A payroll advance is a short-term loan that employees repay with future wages earned. Giving your workers a payroll advance simply means offering them early access to their paychecks (generally due to an unforeseen event), with agreed-upon conditions. It’s important you consider legal regulations, taxes, and alternatives before offering staff this option.
What to Consider When Issuing Payroll Advances
Several laws affect payroll advances, and they are subject to change. So, it’s important to check them at least a couple of times a year if you’re issuing advances. Additionally, you should note that you aren’t allowed to profit from payroll advances. This means you don’t need to apply outrageous interest rates (20% would be excessive). Here, we will take a look at laws and interest rates around advances.
Laws Impacting Payroll Advances
- Payroll advances can’t reduce employee paychecks below minimum wage (federal is currently $7.25 per hour).
- You aren’t allowed to charge outrageous interest rates. In fact, many states have their own limits.
- If you issue an advance that exceeds $10,000 and apply an interest rate below the federal rate, you will have to recognize the difference as the employee’s income.
Regardless of the advance amount you approve, you’ll need to set guidelines on how it will be repaid. Large amounts that would eliminate an employee’s paycheck or bring it below minimum wage (calculated based on the number of hours they work) will need to be collected over multiple paychecks, or you will violate federal labor laws.
In addition, be sure to check your state’s employment laws. California, for example, won’t allow you to deduct money from an employee’s paycheck to repay a payroll advance unless the employee agrees to it—and we encourage you to get that agreement in writing.
Interest Rates for Payroll Advances
If you’re advancing more than $10,000, you’ll need to check the federal prevailing rate on personal loans and consider charging the same rate. The IRS updates applicable federal rates monthly.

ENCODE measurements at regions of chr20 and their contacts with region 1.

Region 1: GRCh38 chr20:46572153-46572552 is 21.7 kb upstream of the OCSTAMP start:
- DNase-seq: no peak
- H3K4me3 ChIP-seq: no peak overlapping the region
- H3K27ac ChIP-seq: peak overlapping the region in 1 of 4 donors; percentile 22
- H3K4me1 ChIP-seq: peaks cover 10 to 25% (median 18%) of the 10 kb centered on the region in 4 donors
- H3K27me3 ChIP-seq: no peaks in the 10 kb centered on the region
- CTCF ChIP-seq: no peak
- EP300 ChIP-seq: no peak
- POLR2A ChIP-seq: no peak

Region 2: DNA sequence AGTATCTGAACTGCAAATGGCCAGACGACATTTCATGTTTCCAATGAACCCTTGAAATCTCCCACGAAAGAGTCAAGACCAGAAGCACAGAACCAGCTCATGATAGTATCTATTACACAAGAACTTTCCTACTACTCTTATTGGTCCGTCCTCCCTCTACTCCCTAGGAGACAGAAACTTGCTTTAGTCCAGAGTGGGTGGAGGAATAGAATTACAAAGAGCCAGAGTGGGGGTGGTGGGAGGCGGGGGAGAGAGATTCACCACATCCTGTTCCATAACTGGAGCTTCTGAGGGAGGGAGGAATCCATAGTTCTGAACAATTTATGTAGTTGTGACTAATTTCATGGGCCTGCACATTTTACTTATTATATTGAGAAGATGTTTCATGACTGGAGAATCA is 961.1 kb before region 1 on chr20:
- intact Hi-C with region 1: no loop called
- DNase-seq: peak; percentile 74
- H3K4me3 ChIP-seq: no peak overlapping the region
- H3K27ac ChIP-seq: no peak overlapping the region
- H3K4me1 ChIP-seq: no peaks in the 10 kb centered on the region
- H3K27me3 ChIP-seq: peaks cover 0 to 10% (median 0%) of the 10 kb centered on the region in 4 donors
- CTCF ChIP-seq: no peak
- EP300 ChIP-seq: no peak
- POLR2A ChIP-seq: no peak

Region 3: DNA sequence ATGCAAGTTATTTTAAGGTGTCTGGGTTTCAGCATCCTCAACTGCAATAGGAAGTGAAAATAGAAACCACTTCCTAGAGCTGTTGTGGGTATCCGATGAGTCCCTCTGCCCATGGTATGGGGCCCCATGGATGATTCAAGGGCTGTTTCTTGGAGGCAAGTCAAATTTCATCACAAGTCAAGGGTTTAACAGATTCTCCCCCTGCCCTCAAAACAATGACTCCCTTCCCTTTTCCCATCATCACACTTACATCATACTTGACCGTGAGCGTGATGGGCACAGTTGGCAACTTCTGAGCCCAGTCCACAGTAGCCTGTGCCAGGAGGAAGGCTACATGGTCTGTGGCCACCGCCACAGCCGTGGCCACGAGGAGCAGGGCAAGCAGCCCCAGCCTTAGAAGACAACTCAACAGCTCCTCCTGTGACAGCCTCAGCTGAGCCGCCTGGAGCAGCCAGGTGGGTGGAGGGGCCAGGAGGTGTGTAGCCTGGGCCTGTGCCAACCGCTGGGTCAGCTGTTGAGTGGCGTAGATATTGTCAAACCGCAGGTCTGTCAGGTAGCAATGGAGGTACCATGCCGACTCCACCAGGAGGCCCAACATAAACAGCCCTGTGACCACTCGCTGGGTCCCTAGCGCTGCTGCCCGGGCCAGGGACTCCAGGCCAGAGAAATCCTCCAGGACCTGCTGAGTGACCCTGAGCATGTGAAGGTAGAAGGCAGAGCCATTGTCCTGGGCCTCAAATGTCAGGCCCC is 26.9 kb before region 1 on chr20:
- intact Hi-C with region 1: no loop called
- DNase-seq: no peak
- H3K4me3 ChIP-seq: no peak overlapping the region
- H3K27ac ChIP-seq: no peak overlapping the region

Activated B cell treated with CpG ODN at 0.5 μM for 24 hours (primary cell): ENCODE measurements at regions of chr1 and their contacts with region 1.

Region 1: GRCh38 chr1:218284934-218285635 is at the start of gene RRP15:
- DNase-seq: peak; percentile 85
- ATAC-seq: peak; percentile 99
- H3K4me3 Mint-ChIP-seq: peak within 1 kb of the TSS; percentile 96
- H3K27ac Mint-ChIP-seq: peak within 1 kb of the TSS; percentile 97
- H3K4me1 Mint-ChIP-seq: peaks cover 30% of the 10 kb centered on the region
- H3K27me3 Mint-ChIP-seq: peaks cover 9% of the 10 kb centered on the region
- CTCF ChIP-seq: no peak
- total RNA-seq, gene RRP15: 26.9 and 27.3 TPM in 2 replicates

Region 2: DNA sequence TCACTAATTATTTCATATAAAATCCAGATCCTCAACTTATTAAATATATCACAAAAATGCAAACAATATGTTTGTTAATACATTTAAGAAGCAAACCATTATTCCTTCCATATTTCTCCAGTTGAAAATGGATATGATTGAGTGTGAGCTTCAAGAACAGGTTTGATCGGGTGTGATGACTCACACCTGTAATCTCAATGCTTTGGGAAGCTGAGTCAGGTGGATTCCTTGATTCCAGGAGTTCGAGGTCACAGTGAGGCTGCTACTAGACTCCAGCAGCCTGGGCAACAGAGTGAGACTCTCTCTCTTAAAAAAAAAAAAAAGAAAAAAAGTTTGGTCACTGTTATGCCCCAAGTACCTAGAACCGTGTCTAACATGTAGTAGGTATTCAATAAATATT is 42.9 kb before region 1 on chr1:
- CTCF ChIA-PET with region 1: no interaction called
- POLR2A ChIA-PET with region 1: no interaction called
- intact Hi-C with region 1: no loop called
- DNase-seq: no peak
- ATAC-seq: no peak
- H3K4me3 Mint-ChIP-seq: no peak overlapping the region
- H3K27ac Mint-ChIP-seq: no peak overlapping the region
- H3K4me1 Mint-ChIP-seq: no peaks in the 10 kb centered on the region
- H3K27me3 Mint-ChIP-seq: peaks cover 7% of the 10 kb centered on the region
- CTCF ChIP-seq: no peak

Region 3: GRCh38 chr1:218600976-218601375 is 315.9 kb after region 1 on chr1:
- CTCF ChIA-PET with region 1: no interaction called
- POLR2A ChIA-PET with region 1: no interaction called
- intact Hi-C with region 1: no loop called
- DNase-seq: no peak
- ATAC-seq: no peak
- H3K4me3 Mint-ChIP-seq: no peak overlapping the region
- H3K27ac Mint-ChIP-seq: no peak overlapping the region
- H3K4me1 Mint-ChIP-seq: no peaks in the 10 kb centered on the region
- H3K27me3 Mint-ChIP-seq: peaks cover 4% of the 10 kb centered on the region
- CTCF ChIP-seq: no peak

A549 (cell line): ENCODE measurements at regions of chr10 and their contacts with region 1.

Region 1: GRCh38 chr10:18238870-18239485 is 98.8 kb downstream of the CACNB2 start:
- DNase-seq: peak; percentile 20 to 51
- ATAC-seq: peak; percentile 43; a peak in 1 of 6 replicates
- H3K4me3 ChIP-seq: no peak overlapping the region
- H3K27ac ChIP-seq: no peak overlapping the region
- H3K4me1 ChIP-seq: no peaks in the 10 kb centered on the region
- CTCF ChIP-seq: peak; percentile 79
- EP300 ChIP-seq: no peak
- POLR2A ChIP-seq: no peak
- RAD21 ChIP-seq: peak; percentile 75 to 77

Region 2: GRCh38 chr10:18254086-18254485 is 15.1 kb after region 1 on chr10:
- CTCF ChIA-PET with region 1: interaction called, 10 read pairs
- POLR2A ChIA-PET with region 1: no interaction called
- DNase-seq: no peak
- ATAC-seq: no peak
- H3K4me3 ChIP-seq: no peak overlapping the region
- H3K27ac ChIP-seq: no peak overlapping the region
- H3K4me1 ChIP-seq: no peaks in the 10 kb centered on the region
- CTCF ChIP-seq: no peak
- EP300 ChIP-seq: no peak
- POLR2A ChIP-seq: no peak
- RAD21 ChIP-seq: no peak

Charging 3% when the federal rate is 6% will require you to recognize the difference as taxable income to the employee (more calculations, more paperwork). The IRS will consider any fees you charge as interest, even administrative fees, so be sure to include that in your calculation.
For more specific information about what regulations are in place for payroll advances in your state, check out our state payroll directory. These detailed guides cover everything from minimum wage to labor laws and even provide in-state resources for any additional guidance you need.
How to Manage Payroll Advances
Since implementing a payroll advance is your responsibility, you’ll need to create and manage the process. If you’re using a payroll provider, you should loop a representative in to make sure all transactions are captured accordingly. Some providers even have tools that can help you manage this more efficiently—you can label an off-cycle payment as an advance and set the amount to be deducted as a repayment from the employee’s next paycheck (or next several paychecks, depending on how much you pay out).
Note that you will have to fund all payroll advances, so you will essentially absorb all of the risk. If the employee’s performance starts to slip or they do a no-call, no-show one day, you’ll need to weigh the costs of terminating them (the chance of you receiving repayment decreases) or giving them a chance to improve — at least until you recoup the funds.
Should you withhold payroll taxes from a payroll advance? Since a payroll advance is essentially a short-term loan, you won’t need to withhold payroll taxes from it, and your employee should pay you back in full. You’ll continue to process payroll as usual, withholding taxes and the agreed upon amount from each paycheck until the debt is fully paid.
Payroll Advance Alternatives
Before issuing a payroll advance to any of your employees, you may want to consider alternative ways to pay employees. Below, we’ll talk a little bit about two other options that provide employees with funds between paychecks: traditional payday loans and on-demand pay.
Traditional Payday Loans – On-demand Pay
Payday loans are not the same as payroll advances, although they are short-term loans that lenders offer to employees who need cash until their next payday. The problem with this payroll loan option is that the interest and fees are astronomical—15% to 30%, and sometimes more— and employees who are often short on cash usually go further into debt using it.
Our point in mentioning this is that even if you don’t want to make payroll advances an option for your employees, we urge you not to recommend they seek a payday lender. You would make more of a difference by trying out a free on-demand payroll app that allows employees to withdraw funds as they earn them rather than forcing them to wait until payday or allowing them to receive funds before they’re earned.
Payroll advances are best for serious emergency situations that can’t be fixed with a single paycheck. We’re not saying to issue a $10,000 advance to an employee who earns $10 an hour, but $1,000 could be reasonable. Advances help your workers deal with financial shortages but are better reserved for one-off events. And since they’re short-term loans, they’re issued solely to help employees.